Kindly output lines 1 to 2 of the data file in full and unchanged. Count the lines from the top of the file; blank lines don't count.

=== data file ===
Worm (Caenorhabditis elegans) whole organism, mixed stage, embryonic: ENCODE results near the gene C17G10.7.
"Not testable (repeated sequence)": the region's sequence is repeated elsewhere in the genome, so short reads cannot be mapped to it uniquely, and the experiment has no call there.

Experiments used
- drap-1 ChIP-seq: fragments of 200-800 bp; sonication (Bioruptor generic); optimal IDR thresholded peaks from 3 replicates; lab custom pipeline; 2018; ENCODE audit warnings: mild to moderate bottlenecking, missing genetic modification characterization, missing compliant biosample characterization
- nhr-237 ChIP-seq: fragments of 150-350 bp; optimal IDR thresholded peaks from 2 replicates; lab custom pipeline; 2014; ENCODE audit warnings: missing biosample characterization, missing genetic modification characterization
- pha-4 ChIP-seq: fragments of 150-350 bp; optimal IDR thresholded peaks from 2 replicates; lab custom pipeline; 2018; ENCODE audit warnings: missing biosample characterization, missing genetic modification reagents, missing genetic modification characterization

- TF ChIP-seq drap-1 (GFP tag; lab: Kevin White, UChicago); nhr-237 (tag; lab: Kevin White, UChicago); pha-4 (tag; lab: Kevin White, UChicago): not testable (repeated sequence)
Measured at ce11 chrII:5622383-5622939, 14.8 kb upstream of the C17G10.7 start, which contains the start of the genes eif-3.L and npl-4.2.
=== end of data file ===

Worm (Caenorhabditis elegans) whole organism, mixed stage, embryonic: ENCODE results near the gene C17G10.7.
"Not testable (repeated sequence)": the region's sequence is repeated elsewhere in the genome, so short reads cannot be mapped to it uniquely, and the experiment has no call there.